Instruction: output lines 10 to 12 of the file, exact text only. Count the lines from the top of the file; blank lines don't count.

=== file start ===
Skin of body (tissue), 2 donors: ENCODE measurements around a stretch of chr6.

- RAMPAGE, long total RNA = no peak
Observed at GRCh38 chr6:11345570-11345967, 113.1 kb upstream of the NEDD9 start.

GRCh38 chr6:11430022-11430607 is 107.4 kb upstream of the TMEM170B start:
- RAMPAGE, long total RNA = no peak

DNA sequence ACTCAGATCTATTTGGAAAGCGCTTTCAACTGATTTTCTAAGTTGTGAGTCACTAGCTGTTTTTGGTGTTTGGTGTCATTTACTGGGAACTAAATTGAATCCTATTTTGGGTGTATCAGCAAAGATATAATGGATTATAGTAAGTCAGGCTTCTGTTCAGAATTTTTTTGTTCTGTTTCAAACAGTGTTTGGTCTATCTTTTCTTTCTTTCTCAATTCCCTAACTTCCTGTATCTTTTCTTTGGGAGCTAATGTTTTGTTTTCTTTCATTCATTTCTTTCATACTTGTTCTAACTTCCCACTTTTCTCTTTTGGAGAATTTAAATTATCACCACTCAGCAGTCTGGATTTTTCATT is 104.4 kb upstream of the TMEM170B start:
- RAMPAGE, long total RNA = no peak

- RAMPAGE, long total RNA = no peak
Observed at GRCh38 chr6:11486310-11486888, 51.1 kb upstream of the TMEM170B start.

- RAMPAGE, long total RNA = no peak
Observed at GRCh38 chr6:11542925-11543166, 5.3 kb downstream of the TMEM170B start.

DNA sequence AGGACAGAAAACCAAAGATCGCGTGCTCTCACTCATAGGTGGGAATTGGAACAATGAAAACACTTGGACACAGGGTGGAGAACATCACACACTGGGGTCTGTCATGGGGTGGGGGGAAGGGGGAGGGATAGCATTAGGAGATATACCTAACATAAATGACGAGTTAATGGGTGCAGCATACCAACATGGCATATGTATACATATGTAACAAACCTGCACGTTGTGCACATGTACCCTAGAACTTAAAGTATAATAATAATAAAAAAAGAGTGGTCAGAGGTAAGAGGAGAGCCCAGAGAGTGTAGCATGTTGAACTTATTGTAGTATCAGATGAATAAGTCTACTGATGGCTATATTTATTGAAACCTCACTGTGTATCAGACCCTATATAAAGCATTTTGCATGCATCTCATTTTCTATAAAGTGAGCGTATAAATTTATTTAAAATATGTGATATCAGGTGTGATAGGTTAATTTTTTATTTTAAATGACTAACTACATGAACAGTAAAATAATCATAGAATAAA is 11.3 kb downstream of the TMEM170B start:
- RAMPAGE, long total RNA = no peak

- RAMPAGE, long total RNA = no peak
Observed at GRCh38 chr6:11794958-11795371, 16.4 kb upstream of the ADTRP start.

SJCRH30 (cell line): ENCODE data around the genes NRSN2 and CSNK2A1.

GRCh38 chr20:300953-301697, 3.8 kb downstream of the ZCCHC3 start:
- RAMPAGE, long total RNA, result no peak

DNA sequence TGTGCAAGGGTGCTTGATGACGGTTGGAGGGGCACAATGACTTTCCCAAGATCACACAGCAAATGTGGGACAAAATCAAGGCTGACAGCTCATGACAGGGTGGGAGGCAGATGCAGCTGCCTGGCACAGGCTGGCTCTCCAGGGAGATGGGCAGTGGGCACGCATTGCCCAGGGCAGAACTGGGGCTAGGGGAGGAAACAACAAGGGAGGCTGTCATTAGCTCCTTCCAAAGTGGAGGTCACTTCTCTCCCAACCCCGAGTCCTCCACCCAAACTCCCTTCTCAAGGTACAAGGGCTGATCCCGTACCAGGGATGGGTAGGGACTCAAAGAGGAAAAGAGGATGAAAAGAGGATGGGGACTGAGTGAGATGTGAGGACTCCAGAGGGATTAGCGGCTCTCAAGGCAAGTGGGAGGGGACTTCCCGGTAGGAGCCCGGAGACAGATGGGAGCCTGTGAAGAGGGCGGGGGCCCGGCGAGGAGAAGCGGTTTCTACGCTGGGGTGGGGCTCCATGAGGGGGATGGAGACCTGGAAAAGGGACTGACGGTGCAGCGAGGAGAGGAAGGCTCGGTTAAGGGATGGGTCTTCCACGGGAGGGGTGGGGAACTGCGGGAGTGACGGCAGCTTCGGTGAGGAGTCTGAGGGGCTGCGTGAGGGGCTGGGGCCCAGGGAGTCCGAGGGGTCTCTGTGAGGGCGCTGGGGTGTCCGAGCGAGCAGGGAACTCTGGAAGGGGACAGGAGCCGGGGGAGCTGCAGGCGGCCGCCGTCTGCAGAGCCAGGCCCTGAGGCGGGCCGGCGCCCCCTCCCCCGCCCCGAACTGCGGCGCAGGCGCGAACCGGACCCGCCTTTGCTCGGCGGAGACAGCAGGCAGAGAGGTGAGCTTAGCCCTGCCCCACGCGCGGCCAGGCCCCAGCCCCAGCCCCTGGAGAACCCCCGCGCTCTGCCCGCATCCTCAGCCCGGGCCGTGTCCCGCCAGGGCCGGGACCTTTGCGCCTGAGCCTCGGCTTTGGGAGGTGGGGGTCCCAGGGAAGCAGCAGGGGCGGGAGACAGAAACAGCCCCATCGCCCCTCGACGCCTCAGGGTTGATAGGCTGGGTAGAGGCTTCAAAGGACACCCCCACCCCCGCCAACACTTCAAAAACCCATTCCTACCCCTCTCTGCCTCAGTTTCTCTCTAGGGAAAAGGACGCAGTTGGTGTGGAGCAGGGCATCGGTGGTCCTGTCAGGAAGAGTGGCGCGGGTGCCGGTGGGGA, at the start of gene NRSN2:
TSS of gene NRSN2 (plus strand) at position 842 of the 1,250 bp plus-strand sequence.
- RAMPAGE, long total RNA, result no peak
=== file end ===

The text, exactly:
- RAMPAGE, long total RNA = no peak
Observed at GRCh38 chr6:11542925-11543166, 5.3 kb downstream of the TMEM170B start.

DNA sequence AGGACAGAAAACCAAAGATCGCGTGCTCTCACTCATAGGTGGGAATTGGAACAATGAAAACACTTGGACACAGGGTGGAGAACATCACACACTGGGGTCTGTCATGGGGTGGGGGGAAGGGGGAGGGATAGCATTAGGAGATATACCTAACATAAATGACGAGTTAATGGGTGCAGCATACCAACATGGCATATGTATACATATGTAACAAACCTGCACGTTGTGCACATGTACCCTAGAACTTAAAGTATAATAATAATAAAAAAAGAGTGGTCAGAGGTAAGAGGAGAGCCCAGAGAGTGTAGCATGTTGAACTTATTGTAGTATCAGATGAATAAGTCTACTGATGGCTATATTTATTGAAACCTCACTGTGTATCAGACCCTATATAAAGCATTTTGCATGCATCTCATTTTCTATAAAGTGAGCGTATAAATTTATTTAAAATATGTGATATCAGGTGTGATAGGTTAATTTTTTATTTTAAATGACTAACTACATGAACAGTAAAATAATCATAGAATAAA is 11.3 kb downstream of the TMEM170B start: